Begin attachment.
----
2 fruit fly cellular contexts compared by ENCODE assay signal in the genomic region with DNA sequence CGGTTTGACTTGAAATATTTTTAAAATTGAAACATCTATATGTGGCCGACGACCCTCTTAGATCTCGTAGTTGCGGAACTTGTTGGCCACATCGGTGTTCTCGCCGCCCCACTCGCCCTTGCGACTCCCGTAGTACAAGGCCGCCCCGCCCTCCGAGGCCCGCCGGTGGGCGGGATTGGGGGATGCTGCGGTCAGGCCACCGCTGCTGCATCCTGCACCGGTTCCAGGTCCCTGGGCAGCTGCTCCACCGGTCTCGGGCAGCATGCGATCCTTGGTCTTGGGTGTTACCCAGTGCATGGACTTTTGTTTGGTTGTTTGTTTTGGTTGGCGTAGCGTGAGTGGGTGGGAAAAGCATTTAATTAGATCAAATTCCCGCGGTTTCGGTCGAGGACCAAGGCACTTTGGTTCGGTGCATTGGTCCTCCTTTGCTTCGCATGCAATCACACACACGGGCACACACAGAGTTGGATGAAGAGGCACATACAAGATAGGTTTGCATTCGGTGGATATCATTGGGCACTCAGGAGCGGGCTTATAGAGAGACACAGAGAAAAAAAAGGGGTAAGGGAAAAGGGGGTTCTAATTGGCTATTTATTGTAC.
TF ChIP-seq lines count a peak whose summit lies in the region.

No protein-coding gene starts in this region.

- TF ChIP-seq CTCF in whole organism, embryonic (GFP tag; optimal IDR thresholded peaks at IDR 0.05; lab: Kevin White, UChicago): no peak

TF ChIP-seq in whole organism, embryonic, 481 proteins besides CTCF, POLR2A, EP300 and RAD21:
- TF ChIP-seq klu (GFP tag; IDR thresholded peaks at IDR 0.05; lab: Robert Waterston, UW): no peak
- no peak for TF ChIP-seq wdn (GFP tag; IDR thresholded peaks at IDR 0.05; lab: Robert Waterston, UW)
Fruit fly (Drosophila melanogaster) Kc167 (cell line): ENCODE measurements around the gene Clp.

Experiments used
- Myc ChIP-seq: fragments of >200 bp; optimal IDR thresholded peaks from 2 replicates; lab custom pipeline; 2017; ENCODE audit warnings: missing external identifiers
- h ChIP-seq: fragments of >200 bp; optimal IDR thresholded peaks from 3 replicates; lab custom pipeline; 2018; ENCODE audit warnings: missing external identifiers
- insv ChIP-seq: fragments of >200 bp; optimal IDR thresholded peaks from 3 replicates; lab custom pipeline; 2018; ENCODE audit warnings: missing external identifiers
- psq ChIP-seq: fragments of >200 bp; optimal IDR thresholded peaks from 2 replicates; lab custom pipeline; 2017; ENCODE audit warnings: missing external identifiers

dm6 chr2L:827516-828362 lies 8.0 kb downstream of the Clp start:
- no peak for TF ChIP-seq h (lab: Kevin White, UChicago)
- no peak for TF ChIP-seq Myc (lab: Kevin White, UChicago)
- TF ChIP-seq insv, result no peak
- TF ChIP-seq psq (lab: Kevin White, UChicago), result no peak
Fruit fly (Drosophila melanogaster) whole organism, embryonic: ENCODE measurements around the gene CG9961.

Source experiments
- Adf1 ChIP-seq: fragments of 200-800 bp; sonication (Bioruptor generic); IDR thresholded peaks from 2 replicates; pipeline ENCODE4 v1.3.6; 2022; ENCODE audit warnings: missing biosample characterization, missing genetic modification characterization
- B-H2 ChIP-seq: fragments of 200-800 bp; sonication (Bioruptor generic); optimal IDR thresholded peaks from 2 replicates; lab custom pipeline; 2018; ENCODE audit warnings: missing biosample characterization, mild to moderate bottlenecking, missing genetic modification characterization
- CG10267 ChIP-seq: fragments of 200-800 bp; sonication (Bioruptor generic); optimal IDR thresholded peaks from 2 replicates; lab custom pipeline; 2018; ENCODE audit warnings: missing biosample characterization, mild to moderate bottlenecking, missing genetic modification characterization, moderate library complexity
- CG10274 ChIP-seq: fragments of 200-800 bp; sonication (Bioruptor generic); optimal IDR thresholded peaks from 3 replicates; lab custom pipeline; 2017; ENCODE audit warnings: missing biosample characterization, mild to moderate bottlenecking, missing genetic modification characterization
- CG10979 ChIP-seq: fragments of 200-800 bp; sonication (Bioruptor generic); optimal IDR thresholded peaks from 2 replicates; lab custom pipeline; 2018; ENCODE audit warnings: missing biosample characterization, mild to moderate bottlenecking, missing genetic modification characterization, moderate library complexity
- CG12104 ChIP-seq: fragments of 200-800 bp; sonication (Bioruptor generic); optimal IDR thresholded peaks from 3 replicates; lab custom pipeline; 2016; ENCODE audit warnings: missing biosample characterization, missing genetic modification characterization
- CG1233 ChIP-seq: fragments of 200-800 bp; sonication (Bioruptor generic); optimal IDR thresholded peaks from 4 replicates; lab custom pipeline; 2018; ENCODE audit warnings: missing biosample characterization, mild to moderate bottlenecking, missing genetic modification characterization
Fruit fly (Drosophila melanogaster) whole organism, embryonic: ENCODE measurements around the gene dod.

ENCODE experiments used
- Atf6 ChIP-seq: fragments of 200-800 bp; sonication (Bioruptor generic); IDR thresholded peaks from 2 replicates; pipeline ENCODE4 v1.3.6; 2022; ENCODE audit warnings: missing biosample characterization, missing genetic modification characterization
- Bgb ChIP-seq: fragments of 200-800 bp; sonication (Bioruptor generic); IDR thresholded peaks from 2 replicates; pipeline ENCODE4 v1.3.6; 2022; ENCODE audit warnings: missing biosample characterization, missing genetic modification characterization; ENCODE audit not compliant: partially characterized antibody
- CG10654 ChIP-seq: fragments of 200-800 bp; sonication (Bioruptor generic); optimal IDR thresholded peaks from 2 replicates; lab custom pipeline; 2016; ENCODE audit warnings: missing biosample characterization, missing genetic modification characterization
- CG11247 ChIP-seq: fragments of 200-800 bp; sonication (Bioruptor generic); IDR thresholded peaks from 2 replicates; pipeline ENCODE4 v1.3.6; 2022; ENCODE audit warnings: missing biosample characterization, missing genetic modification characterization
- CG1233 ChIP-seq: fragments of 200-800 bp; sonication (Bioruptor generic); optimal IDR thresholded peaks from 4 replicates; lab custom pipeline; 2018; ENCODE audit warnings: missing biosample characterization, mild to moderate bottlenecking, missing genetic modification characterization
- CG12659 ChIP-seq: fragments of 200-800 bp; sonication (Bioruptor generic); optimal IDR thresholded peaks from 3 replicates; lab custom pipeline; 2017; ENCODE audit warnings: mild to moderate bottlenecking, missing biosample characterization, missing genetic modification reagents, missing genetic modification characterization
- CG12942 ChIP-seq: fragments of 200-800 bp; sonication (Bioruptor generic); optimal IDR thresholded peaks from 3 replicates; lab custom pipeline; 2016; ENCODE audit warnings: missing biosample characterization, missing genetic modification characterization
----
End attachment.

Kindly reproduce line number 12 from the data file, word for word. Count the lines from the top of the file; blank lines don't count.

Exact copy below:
- insv ChIP-seq: fragments of >200 bp; optimal IDR thresholded peaks from 3 replicates; lab custom pipeline; 2018; ENCODE audit warnings: missing external identifiers